By: Warren Gray

“The moment you deploy special operations

forces, you have declared war.”

– Lt. Cdr. Michael J. Walsh, Navy SEAL

(From: At the Hurricane’s Eye,

by Greg Walker, 1993.)

When American ground troops require close air support from U.S. Army assets, they usually call upon the AH-64D/EApache helicopter gunship for aerial firepower to suppress enemy defenses. But U.S. special operations forces employ smaller, lighter, quieter, more-nimble gunships for specialized, secret missions.

The Army’s elite, 160th Special Operations Aviation Regiment (Airborne), also known as the 160th SOAR(A), Task Force 160, TF-160, or the “Night Stalkers,” formed at Campbell Army Airfield on Fort Campbell, Kentucky, in 1981, was created to provide dedicated, aviation support to U.S. special operations units. This includes an estimated 180 MH-47GChinook large transports, MH-60M Black Hawk medium transports, and MH-6M Little Bird tiny transports, plus 38 armed MH-60MBlack Hawk and AH-6M Little Bird attack helicopters, mostly painted overall, flat black, for night operations. They also possess, since 2013, a dozen MQ-1C Improved Gray Eagle (Predator-derivative), Extended-Range reconnaissance drones, with a further 12 to be received very soon. These are each armed with up to four AGM-114R9E/R9X Hellfire II laser-guided missiles.

The ultra-secret Aviation Technology Office (ATO), formerly known as the 1st Rotary Wing Test Activity, then as Aviation Technical Services (one of many cover names), and later as the Flight Concepts Division (FCD), until 2017, was formed at Felker Army Airfield on Fort Eustis, Virginia, in March of the same year, with CIA assistance, as a covert, special operations aviation asset supporting the nation’s very finest, counterterrorist units. Its military code name was initially “Seaspray,” but this has changed every few years since then, to include names such as “Quasar Talent,” Echo Squadron (of Delta Force), and “Latent Arrow.”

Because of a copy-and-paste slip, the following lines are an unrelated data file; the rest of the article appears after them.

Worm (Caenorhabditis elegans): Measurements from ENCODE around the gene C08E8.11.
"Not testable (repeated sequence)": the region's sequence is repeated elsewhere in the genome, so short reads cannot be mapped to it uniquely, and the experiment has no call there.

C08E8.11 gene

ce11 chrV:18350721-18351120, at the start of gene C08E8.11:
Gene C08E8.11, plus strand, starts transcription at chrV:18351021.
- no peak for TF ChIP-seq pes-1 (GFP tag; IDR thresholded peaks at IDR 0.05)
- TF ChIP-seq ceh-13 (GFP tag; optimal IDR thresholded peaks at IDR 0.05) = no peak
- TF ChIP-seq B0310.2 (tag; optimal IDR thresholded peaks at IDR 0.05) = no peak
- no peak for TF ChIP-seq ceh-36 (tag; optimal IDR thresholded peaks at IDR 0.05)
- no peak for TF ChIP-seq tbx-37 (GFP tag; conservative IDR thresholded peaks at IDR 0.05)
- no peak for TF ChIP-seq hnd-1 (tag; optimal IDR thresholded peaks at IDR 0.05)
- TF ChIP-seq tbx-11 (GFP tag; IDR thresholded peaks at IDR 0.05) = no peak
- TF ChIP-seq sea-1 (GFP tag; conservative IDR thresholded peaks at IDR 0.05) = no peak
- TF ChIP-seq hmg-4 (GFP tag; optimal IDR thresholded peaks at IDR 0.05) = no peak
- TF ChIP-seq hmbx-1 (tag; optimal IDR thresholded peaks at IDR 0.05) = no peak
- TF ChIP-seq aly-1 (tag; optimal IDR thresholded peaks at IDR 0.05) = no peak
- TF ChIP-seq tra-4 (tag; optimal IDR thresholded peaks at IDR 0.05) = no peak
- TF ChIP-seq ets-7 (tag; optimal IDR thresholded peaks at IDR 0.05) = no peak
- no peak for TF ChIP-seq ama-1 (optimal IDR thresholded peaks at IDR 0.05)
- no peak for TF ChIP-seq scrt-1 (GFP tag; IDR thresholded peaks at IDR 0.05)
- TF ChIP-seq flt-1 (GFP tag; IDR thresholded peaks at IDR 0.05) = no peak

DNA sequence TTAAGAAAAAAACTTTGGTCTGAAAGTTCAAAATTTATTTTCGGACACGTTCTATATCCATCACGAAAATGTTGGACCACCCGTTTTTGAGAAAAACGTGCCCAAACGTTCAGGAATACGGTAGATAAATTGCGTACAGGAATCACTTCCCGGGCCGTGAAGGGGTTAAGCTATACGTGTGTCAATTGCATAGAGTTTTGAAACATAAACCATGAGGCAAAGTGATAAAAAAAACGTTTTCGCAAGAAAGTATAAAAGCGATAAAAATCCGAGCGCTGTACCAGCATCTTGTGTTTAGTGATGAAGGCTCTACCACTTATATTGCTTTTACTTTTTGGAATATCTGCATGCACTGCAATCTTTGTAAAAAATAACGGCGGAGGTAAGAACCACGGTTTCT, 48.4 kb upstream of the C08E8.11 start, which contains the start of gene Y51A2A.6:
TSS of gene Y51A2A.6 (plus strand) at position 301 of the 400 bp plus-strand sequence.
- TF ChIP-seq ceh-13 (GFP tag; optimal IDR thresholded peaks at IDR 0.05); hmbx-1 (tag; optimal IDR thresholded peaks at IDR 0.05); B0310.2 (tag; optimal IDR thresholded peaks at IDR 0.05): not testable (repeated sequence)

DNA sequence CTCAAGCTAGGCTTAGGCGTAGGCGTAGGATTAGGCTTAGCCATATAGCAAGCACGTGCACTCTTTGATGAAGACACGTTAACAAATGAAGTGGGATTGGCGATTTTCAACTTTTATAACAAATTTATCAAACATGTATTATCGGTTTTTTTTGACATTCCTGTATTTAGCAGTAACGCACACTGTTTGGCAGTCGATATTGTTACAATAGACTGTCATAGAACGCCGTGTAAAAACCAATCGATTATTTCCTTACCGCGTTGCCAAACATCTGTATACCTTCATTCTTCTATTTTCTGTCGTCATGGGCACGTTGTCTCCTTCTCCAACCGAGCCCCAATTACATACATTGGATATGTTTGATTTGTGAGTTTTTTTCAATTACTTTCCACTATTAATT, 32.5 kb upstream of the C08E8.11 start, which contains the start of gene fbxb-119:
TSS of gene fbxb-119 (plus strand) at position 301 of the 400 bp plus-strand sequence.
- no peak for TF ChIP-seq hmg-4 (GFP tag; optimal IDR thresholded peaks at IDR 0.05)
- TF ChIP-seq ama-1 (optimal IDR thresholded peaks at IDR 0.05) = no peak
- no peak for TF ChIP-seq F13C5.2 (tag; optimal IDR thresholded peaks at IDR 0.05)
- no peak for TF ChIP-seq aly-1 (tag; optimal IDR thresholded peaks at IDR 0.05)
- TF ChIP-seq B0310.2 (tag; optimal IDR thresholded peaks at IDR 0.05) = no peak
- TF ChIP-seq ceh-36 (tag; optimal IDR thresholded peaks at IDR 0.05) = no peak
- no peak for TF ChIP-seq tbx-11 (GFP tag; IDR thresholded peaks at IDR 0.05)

ATO is manned primarily by former 160th SOAR(A) pilots, and specializes in Top-Secret, plausibly-deniable missions, often deep behind enemy lines. It operates at least two dozen aircraft, including the CH/MH-47F/G Chinook, MH-60M Black Hawk, and Bell 407GX or GXP, all recently seen in satellite imagery of their base. Other aircraft in the past have included small numbers of MD-500Ds, MD-530Fs, MH-6J/MLittle Bird transports, AH-6J/M Little Bird gunships, Russian-made, Mi-17V-5 Hip-H helicopters, and Beechcraft King Air 350s.

A wartime photograph dated March 28, 2003, very clearly shows a totally-unmarked, FCD-operated, MD-530Fgunship in semi-gloss, desert tan at low altitude over western Iraq, with an M260 rocket pod (olive drab) on the right side, and no FLIR sensor. It was, in effect, a Cayuse Warrior, before the new nickname was officially applied. Also, one existing photo taken between 2010 and 2012 shows an unarmed, olive-drab, MH-60A/L Black Hawk in Afghanistan, bearing only the weathered, white tail number “337,” and no other markings at all, with an armed, FCD pilot in MultiCam uniform in the foreground, and his face blacked-out to protect his identity.

More-recent acquisitions apparently include the C-27J Spartan fixed-wing transport, and the S-92A Helibus helicopter, seen in dark-gray colors flying over northern Syria. ATO also apparently operated the famous, prototype, MH-60X “Stealth Hawk” helicopters used in the Osama bin Laden raid (Operation Neptune’s Spear) on May 2, 2011, in Abbottabad, Pakistan, and again subsequently on the unsuccessful, Foley Hostage-Rescue Raid in Syria on July 3, 2014.

Now let’s take an in-depth look at the Black Hawk, Little Bird, and Lightning gunships currently in use by special operations aviation forces: